Connecting to our virtual self:
Something I missed throughout this experience was not being able to update and view my social media profiles. Mobile phones make it so easy to attend to our virtual identities and show our best side to the world. However, at what consequence? Not being able to edit my identity online led to great anxiety at first, but it put into perspective how much value I was putting onto this identity at the expense of my physical one. And who could blame me? The profiles we have online show our best attributes, our best pictures, the cool things we have done, but they fail to show the mundane lives we lead. It led me to understand why I felt the need to connect to others through this medium (as many others do too).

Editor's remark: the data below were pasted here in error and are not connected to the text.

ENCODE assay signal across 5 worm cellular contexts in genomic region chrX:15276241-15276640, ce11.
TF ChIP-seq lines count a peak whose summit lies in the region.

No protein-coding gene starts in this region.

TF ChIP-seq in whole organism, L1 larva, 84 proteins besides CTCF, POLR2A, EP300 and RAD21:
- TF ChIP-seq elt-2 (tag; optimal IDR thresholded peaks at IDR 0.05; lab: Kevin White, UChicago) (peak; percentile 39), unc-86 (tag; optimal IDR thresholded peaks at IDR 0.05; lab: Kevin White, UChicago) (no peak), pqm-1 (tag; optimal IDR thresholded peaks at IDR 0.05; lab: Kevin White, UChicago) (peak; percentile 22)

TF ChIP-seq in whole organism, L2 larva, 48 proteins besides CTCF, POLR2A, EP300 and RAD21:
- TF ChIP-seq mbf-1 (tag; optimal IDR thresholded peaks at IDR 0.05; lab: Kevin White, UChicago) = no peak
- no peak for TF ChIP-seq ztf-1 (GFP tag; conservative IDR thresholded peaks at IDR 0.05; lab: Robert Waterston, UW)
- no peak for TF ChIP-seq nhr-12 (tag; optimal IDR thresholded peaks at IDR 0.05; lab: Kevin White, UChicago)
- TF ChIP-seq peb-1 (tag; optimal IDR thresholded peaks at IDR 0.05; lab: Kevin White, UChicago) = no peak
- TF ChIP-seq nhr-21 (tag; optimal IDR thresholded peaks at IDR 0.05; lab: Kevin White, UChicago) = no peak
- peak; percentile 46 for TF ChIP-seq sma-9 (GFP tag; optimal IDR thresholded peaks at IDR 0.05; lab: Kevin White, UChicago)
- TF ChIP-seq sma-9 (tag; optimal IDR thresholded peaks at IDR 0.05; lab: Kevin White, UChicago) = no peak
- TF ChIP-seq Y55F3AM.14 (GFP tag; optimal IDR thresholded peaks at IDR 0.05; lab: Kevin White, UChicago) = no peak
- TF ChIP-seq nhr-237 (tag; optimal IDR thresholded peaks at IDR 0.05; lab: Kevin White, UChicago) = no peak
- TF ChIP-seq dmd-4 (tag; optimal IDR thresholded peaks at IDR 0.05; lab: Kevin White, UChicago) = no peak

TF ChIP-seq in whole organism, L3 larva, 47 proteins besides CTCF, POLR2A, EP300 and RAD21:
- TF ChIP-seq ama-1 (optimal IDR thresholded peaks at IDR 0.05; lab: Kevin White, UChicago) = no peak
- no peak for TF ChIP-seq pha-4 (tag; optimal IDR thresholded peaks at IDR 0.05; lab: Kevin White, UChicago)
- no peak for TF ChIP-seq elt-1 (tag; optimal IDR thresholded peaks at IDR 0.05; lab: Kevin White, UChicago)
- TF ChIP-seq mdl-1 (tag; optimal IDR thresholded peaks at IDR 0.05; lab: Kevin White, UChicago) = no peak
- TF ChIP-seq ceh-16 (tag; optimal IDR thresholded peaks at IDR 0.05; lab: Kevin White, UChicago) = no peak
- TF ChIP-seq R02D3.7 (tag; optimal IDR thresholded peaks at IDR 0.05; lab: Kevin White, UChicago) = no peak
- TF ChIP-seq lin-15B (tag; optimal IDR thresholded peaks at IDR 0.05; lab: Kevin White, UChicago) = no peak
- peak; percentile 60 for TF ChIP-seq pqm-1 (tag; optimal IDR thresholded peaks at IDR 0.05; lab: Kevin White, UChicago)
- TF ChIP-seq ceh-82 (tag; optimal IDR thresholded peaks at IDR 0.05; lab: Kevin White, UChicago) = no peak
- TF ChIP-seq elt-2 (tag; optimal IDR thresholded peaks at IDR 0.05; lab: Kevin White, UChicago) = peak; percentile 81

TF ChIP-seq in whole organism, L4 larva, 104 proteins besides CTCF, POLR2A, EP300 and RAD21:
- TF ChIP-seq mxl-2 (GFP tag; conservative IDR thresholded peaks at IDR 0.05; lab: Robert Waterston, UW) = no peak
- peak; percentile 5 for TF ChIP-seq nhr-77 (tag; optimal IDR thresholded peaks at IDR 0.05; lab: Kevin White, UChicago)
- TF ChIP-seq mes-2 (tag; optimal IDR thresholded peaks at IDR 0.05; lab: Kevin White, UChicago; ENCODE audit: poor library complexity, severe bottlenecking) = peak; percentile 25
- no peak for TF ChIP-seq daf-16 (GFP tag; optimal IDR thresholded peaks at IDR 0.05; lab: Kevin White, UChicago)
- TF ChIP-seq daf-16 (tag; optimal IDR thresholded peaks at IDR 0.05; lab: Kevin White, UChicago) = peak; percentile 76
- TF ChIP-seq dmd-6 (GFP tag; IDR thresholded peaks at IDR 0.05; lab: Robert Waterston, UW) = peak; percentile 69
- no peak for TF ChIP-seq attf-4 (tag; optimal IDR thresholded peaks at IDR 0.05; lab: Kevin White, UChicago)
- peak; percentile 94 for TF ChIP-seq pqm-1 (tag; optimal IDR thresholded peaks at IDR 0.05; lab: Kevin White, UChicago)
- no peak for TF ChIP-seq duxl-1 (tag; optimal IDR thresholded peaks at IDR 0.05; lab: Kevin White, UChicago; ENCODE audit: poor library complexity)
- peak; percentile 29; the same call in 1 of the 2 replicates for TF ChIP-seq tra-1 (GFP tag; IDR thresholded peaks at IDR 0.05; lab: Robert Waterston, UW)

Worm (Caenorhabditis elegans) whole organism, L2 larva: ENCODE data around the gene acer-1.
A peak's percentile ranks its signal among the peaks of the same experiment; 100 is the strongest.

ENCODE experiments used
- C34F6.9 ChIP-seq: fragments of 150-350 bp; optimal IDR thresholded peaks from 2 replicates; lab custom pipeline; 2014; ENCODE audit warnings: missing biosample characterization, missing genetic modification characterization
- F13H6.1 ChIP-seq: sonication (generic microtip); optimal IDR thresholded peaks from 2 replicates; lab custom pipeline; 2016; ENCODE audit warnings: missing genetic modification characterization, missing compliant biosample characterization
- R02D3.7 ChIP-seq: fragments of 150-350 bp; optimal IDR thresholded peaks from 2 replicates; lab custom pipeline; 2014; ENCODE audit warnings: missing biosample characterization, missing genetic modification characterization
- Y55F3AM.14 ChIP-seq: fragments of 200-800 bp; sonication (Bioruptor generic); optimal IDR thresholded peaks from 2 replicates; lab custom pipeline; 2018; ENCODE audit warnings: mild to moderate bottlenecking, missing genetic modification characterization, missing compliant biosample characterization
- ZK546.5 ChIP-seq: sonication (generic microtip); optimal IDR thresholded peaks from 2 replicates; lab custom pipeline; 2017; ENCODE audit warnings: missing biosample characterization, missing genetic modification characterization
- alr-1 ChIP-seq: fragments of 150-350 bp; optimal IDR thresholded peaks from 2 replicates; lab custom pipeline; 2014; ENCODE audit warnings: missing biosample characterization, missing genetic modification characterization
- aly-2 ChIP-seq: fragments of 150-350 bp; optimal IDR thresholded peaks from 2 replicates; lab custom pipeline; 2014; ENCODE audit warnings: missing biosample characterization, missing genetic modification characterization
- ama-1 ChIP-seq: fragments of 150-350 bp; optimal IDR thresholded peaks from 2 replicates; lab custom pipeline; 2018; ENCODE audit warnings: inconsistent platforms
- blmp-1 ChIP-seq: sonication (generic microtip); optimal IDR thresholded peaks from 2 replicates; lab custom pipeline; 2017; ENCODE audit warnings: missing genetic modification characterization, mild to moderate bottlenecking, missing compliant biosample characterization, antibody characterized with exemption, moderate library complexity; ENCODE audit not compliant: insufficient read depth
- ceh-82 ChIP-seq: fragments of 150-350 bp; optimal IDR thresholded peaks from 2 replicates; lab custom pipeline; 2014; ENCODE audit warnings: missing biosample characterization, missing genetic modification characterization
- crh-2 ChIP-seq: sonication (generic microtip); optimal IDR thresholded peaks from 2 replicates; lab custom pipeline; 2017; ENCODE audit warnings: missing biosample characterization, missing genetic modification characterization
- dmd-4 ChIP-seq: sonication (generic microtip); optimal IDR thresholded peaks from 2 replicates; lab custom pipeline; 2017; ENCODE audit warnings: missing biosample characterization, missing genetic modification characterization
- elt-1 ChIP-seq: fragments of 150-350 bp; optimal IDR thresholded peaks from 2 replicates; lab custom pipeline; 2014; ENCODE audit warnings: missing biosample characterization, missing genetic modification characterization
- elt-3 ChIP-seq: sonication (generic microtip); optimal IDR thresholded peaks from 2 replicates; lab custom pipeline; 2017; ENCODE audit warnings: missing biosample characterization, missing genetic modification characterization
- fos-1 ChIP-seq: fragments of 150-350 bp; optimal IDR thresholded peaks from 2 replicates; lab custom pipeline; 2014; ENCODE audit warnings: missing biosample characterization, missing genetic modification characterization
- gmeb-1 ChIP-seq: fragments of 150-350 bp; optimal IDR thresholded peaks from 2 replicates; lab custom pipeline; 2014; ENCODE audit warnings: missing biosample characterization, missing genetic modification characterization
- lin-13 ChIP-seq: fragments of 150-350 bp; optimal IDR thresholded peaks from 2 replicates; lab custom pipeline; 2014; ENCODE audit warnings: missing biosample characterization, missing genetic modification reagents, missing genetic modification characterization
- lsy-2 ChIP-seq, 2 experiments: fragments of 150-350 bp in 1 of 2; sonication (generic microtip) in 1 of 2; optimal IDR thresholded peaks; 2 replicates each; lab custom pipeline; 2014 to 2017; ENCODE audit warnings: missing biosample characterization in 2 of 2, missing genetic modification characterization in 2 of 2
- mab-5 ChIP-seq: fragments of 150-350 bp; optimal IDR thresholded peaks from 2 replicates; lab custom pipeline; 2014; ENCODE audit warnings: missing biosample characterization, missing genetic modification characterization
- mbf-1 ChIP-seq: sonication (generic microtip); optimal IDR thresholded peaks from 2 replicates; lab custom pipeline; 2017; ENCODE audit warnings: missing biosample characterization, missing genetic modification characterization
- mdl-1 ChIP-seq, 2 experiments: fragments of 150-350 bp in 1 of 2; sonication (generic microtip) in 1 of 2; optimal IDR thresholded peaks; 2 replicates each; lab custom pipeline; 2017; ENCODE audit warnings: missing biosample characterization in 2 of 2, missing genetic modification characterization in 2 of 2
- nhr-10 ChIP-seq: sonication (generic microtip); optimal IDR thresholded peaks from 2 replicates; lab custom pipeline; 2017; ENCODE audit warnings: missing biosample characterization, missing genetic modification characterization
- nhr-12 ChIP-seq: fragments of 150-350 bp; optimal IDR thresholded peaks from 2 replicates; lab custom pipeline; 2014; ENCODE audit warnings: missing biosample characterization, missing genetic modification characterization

Perception of others:
From the beginning to the end of my research I was struck by other people’s reactions concerning my lack of connectivity. As I switched my phone on after day three, I had messages from friends and relatives complaining that I had not texted them back, I was rude etc. Now I am struck by research done by Prof. Susan Moeller from the University of Maryland, which states that “Many students could not give up technology as would be ostracized from their friends.” To give up technology is more than just reclaiming one’s space but to turn your back on your friends, relatives and even society. We have accepted the use of mobile phones so fully that one would be missing out if they didn’t have a mobile; almost, because everyone else does it, so do I – no matter what the consequences.